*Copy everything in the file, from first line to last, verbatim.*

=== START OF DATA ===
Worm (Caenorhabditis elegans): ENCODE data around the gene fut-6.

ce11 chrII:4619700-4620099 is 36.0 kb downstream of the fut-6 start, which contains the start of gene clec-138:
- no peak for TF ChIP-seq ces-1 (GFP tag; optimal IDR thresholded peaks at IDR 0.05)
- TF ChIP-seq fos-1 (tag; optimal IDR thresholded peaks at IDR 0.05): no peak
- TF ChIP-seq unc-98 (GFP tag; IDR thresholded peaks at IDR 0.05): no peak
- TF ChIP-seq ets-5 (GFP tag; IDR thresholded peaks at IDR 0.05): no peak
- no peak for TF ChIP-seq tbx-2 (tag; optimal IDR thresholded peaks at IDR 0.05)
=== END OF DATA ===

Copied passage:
Worm (Caenorhabditis elegans): ENCODE data around the gene fut-6.

ce11 chrII:4619700-4620099 is 36.0 kb downstream of the fut-6 start, which contains the start of gene clec-138:
- no peak for TF ChIP-seq ces-1 (GFP tag; optimal IDR thresholded peaks at IDR 0.05)
- TF ChIP-seq fos-1 (tag; optimal IDR thresholded peaks at IDR 0.05): no peak
- TF ChIP-seq unc-98 (GFP tag; IDR thresholded peaks at IDR 0.05): no peak
- TF ChIP-seq ets-5 (GFP tag; IDR thresholded peaks at IDR 0.05): no peak
- no peak for TF ChIP-seq tbx-2 (tag; optimal IDR thresholded peaks at IDR 0.05)